Described as a claustrophobic’s nightmare, the Mercury capsule had just barely enough room for its pilot. The capsule’s escape tower had a solid rocket motor. In case of an explosion during the launch, that rocket would fire, lifting the capsule (with the astronaut) away from the explosion. The capsule would then parachute into the ocean.
The base of the capsule was covered with a heat shield to protect it from the 3000-degree (Fahrenheit) heat of reentry into the Earth’s atmosphere. The capsule sat on top of the Atlas 6 rocket (95 feet tall, and 10 feet in diameter) which boosted the Friendship 7 into space.
SSHHHHHHH, The Ramones are in the Library of Congress
The Ramones’ 1976 eponymous debut album — which brought us “Blitzkrieg Bop,” "Now I Wanna Sniff Some Glue," and "I Don’t Wanna Go Down to the Basement" — is among the 25 recordings added Thursday to the National Recording Registry at the Library of Congress.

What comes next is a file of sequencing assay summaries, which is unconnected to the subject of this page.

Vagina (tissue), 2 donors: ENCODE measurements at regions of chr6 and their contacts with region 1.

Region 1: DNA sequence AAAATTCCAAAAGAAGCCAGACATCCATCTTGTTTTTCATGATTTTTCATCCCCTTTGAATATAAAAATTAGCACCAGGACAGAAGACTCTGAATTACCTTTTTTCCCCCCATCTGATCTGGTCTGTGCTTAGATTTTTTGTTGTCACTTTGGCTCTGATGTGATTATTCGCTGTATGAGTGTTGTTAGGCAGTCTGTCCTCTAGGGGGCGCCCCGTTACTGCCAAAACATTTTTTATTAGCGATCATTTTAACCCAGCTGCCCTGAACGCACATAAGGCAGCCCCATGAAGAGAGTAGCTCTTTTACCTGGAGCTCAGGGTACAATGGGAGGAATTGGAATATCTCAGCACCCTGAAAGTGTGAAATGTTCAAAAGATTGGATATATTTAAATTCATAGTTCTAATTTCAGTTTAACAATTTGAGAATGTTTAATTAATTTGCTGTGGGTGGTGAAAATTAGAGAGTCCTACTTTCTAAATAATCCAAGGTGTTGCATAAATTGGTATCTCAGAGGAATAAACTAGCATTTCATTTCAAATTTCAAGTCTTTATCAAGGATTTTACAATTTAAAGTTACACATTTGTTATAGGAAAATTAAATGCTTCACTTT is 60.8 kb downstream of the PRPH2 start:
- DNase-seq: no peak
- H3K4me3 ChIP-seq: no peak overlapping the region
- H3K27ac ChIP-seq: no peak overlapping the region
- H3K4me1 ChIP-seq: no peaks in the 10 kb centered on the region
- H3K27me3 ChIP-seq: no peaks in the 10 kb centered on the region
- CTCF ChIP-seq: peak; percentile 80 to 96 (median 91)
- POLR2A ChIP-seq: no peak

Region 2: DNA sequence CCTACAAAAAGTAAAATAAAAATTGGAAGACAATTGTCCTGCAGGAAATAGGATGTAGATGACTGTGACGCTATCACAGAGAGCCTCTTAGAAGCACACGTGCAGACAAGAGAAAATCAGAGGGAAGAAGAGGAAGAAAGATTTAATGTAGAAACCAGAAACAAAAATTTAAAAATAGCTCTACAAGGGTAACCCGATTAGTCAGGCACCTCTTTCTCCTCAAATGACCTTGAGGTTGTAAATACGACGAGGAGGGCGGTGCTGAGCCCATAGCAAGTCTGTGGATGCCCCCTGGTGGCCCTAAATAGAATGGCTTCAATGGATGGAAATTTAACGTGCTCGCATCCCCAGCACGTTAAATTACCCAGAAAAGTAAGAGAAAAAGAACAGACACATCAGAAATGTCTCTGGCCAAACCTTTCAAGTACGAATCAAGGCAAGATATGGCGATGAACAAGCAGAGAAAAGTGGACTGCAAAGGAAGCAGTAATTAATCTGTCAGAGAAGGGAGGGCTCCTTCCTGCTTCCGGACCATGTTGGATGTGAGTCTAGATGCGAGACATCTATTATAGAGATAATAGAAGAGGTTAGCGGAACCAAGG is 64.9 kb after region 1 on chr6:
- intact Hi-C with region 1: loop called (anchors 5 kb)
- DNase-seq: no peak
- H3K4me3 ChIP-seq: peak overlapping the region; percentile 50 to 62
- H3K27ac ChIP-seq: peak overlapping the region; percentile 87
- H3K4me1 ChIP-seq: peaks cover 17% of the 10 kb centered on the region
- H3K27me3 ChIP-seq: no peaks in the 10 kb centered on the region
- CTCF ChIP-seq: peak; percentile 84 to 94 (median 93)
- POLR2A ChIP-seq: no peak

The LOC says*:
"The band’s first album captured the incandescence of guitarist Johnny Ramone’s speedy no-nonsense playing, Dee Dee Ramone’s propulsive bass and the surfy sonorities of Tommy’s drums. The youthful tone of Joey Ramone’s singing voice was equally influenced by Iggy Pop and bubblegum rock. When combined with the backing vocals and lyrics portraying teen love and anxiety, it gave the album a strong pop flavor despite its heavy sound and the disturbing aspects of other songs dealing with drug use, Nazism and male prostitution."
Rocket engines that may have powered the flight of the first man to walk on the moon have been recovered off the coast of Florida from a depth of nearly three miles beneath the ocean’s surface.